Former Mayor Acquitted In Race Trial

Charlie Robertson headshot, as York, Pennsylvania, mayor,
The former mayor was acquitted and two other men were convicted Saturday in the shotgun slaying of a young black woman during race riots that tore apart York in 1969, all but closing the books on a crime that has haunted the city for more than three decades.

Charlie Robertson, 68, had faced life in prison before his acquittal by the all-white jury.

The former mayor and two other men were tried in the death of Lillie Belle Allen, a preacher's daughter from Aiken, S.C., who was gunned down by a white mob on July 21, 1969. The other men were convicted of murder and face a maximum sentence of life in prison; jurors had the option of convicting them of manslaugter.

The long-unsolved case is nearly finished: Of the 10 white men charged in Allen's slaying, six pleaded guilty earlier and await sentencing. The final suspect faces trial later.

Earlier, the jurors appeared to be divided on whether to convict the three men, asking the judge whether it was too early to declare a hung jury.

"If you have to inquire, it probably is," Judge John C. Uhler told them before he sent them back to deliberate.

Robertson, the city's former mayor who was a policeman at the time of the riots, is accused of inciting white gang members and handing ammunition to at least one shooter.

A second defendant, Robert Messersmith, allegedly fired the fatal shot at Lillie Belle Allen on July 21, 1969, while Gregory Neff is accused of firing three times at Allen's vehicle. None of the defendants testified.

The jury, which began deliberations Thursday, returned three times Friday and twice on Saturday morning with questions for Uhler. He denied their requests to review testimony, but went over aspects of the law with them.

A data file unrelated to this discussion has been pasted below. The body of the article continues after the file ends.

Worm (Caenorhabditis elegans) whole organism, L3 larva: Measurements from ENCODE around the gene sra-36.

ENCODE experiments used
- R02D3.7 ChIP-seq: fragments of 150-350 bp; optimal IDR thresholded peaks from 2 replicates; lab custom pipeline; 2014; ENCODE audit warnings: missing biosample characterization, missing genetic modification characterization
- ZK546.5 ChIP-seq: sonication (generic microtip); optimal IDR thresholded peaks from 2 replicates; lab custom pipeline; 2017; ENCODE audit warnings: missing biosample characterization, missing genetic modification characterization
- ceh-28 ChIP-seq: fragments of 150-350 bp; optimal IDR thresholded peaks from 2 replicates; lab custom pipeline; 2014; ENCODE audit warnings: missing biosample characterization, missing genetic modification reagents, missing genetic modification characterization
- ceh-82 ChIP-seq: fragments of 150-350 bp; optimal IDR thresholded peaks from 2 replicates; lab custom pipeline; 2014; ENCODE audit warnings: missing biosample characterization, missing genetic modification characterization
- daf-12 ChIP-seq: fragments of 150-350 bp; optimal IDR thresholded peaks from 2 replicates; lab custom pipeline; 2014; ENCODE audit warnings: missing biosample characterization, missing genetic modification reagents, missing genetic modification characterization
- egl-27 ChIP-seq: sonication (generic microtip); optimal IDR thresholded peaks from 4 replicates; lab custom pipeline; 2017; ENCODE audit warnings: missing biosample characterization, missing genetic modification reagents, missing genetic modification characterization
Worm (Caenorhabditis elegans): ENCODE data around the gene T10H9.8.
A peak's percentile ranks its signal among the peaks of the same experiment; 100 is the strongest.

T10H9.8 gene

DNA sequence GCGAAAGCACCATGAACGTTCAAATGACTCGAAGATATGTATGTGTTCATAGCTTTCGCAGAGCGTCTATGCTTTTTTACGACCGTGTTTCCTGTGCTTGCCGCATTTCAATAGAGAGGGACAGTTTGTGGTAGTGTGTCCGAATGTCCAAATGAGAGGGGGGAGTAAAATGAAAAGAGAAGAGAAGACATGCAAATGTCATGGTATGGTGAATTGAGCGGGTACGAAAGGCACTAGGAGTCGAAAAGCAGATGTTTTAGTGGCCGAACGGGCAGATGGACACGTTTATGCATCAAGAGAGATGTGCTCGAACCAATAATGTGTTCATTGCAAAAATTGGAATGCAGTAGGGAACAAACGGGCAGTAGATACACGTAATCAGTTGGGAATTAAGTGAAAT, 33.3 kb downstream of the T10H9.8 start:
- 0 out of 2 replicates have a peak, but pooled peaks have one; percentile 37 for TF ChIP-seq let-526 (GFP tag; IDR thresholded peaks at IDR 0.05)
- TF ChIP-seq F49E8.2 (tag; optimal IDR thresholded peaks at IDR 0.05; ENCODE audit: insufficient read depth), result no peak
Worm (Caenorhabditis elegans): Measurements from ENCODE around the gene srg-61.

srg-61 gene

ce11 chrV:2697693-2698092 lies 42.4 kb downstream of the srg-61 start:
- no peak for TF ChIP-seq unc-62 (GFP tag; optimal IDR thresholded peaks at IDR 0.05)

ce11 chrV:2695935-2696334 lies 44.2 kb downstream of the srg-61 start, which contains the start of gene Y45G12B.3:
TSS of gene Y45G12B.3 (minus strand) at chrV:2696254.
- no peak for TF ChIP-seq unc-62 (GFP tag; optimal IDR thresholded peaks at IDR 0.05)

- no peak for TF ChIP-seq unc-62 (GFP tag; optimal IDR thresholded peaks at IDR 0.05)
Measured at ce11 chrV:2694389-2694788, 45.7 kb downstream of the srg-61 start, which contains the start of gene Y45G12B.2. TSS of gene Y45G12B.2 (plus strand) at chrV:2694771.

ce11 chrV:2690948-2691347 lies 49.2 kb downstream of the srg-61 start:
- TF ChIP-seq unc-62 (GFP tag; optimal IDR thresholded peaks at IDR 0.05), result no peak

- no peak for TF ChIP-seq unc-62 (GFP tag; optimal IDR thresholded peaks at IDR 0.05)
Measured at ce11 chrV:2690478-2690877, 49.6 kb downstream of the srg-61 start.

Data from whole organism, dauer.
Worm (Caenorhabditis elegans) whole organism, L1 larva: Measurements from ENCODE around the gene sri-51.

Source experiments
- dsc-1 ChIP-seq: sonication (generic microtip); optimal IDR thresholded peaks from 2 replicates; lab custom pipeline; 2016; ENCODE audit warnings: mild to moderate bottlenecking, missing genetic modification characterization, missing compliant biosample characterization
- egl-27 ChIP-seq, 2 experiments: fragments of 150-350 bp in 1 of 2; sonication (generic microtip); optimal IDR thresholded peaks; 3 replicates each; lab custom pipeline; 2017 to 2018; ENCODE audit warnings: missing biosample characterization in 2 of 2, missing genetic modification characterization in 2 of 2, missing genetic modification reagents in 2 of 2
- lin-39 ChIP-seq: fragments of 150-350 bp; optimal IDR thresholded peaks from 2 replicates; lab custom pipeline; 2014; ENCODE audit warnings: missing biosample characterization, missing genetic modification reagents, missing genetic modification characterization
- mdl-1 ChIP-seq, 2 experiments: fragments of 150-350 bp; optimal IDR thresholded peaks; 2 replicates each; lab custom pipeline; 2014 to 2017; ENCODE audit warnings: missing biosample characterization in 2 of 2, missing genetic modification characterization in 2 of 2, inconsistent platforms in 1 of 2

Jurors have appeared tired, sometimes closing their eyes or rubbing their temples while listening to the judge.

Allen, 27, of Aiken, S.C., was shot to death after she got out of her family's white Cadillac to try to help her panicking sister steer the stalled vehicle away from a mob of armed white gang members.

The attack was one of scores during 10 days of violence between blacks and whites. More than 60 people were injured and whole blocks burned before hundreds of National Guard and state police quelled the violence.

In final arguments Thursday, prosecutors said police whipped white youths into a racist frenzy before Allen was ambushed. Defense attorneys said incriminating testimony was unreliable and "bought" with plea deals.

Jurors can convict all three men of first-degree murder, which carries a life sentence; or second-degree murder, which carries a sentence of 10 to 20 years. They also could convict Messersmith and Neff of voluntary manslaughter, which carries a sentence of six to 12 years.

Prosecutors reopened the case in 1999, saying that witnesses were coming forward with new information because of news stories about the 30th anniversary of the riots.

Nine white men were arrested last year in the case; six pleaded guilty. Another man was arrested in July and is to be tried separately. Two black men also face trial; they are accused of the slaying of a white patrolman during the riots.